Wednesday, February 17, 2010

Shrove Tuesday

Mardi Gras, Carnival, Fat Tuesday, what have you... this is one of my favorite celebrations! I think Shrove Tuesday is more of a British term and means Pancake Tuesday. Since Lent customarily would have been a time for abstaining from meat, dairy, and animal fats, pancakes were a great way to use up all the eggs, milk and butter left in the house.
I have been making pancakes for the past few years for Fat Tuesday, this year though I decided to try crepes. Mr. W is such a francophile so I thought they'd be a nice touch. He isn't a big fan of breakfast for dinner so he requested savory crepes. We had a variety of cheeses left over from the Carnivale dinner party as well as an entire chicken breast from a weeknight dinner. I was determined to clean out the refrigerator of temptations!
I found a basic crepe recipe on line. I was so excited when I read at the end of the recipe that the 2 tbsp of melted butter went IN the batter and not in the pan. I'll admit that I was nervous about making crepes. I'm not the best at regular pancakes and crepes have a rep for being more difficult. I think I did a pretty good job though! Here the batter is swished around the pan to get even coverage.Flipped over, this browning looks good.I used baked chicken breast, mixed lettuce greens and Rogue River blue cheese for the savory crepes.Rolled up they are like a little frenchy burrito! Yum!I planned to make dessert crepes too, the littlest W had maple syrup on his dinner crepes. However we had to go to a meeting at 7 pm and drop off our son first. What a difference a decade makes... I used to celebrate Mardi Gras out, drinking heavily and dancing on the bar. This year we instead went to an orientation at the Reproductive Endocrinologist (RE). Another unsuccessful cycle and relatively normal results from the cooter x-ray and my doctor finally gave me a referral to the RE. Hopefully this will give us take us in a direction that allows us to bring home one more biological baby. The info night ran late though and by the time we picked up our boy and got home I wasn't in the mood to mix up another batch of crepes. We settled on a dessert of the last of the schiacciata.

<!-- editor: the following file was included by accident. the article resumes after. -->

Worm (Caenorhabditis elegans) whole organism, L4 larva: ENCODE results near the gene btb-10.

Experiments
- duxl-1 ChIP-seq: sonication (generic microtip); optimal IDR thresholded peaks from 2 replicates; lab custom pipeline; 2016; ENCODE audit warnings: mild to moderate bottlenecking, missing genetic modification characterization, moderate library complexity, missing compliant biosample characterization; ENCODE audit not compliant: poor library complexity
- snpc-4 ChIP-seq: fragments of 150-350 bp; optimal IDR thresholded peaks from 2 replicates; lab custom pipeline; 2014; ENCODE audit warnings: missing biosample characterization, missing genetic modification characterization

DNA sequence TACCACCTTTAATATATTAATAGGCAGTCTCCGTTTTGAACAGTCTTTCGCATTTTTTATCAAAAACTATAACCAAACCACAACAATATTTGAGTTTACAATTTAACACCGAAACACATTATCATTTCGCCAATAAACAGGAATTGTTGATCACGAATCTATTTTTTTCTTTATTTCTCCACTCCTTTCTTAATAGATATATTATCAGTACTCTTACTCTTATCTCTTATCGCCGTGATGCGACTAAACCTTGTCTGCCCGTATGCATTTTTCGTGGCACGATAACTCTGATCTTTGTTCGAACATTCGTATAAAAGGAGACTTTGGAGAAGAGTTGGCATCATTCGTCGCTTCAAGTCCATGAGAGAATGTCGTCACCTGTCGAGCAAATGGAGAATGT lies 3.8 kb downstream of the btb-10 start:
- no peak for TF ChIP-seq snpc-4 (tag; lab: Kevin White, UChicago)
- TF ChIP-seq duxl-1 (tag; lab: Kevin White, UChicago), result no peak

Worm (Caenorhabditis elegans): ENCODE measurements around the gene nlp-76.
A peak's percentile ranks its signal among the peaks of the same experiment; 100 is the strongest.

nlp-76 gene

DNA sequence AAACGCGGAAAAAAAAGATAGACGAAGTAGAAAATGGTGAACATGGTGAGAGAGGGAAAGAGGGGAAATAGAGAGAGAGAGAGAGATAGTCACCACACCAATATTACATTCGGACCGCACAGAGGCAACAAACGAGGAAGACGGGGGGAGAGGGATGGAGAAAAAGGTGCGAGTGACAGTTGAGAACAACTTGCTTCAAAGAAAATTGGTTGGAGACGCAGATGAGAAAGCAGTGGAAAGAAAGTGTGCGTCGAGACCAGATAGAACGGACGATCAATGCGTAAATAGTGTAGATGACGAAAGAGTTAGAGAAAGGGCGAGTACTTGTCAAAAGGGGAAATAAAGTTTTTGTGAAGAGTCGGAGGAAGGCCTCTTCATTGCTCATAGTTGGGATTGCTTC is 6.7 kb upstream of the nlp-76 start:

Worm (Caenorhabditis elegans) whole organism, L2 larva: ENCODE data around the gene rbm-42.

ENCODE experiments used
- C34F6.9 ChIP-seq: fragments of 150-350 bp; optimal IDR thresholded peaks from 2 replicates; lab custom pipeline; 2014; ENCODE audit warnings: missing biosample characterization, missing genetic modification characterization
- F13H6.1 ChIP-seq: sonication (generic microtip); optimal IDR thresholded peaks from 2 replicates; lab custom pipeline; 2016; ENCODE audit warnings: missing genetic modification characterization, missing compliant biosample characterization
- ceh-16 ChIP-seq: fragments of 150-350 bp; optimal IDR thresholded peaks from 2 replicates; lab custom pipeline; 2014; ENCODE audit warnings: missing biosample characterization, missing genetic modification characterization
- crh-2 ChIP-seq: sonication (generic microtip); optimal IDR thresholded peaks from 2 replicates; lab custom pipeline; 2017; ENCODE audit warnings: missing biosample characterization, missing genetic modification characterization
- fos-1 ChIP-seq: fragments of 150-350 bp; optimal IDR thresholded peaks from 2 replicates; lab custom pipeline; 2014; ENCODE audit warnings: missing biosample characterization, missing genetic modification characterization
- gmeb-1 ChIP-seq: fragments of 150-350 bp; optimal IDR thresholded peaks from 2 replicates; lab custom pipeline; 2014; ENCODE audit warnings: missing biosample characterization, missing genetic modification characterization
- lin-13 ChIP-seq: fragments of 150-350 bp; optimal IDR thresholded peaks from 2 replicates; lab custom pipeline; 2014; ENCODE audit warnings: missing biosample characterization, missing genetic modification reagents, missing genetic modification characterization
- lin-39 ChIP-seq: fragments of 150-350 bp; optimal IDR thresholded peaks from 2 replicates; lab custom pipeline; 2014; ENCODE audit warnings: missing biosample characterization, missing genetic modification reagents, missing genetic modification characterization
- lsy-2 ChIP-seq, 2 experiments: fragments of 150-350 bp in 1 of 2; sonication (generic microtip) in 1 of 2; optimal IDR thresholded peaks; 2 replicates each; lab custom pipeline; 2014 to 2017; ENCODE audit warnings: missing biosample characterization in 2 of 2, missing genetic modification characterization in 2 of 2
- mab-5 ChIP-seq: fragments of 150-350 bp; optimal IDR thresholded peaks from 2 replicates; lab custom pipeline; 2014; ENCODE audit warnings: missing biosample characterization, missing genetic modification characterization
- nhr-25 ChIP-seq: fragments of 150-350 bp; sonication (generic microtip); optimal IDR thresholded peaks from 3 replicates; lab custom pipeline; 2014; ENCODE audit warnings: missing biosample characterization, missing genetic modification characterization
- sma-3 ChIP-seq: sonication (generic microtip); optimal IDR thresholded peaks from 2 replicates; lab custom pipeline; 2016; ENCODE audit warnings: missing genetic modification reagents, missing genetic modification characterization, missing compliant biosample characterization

The fridge is practically empty in preparation for Lent.

Tuesday, February 16, 2010

Happy Chinese New Year!

I was a little torn as to which holiday to celebrate today: President's Day or Chinese New Year? I hung the flag in the morning, but that was the end of it. I have a Tasha Tudor recipe for Washington pie that I have wanted to try for years, but decided to pass on it for another year, I already have enough sweets in the house and Lent is fast approaching.
Instead I planned for Chinese take out and Mah Jongg. My only problem was the stinkin' Olympics. All my regular Mah Jonggers were too wrapped up watching ice skating or whatever else was on so I ended up with no Jongg either. Although I believe technically the Chinese New Year celebrations extend for two weeks so I still have time to play.